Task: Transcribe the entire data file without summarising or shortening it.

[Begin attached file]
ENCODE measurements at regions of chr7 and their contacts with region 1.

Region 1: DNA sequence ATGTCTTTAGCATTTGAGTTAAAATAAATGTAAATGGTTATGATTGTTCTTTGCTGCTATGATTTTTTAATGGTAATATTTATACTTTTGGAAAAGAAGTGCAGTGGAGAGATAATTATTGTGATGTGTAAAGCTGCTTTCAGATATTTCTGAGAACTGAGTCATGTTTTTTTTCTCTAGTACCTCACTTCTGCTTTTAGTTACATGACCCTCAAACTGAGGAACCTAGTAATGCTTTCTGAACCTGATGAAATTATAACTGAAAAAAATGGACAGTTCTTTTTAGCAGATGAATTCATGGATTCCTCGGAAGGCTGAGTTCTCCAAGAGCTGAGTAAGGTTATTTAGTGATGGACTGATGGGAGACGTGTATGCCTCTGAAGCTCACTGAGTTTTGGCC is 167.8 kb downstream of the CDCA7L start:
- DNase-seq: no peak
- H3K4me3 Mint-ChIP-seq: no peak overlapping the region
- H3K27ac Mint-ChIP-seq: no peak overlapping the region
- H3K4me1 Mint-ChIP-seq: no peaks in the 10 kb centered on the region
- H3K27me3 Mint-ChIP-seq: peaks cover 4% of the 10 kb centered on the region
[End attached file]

ENCODE measurements at regions of chr7 and their contacts with region 1.

Region 1: DNA sequence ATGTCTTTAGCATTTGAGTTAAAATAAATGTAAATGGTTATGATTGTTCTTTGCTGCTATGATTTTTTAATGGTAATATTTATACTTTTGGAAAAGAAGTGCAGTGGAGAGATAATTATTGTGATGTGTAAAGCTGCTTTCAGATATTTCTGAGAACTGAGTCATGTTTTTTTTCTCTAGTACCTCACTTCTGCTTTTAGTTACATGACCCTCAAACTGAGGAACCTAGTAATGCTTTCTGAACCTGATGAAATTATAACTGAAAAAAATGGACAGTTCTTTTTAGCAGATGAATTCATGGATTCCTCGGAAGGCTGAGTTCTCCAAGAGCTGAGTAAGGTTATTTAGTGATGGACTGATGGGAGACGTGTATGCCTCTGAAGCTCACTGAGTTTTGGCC is 167.8 kb downstream of the CDCA7L start:
- DNase-seq: no peak
- H3K4me3 Mint-ChIP-seq: no peak overlapping the region
- H3K27ac Mint-ChIP-seq: no peak overlapping the region
- H3K4me1 Mint-ChIP-seq: no peaks in the 10 kb centered on the region
- H3K27me3 Mint-ChIP-seq: peaks cover 4% of the 10 kb centered on the region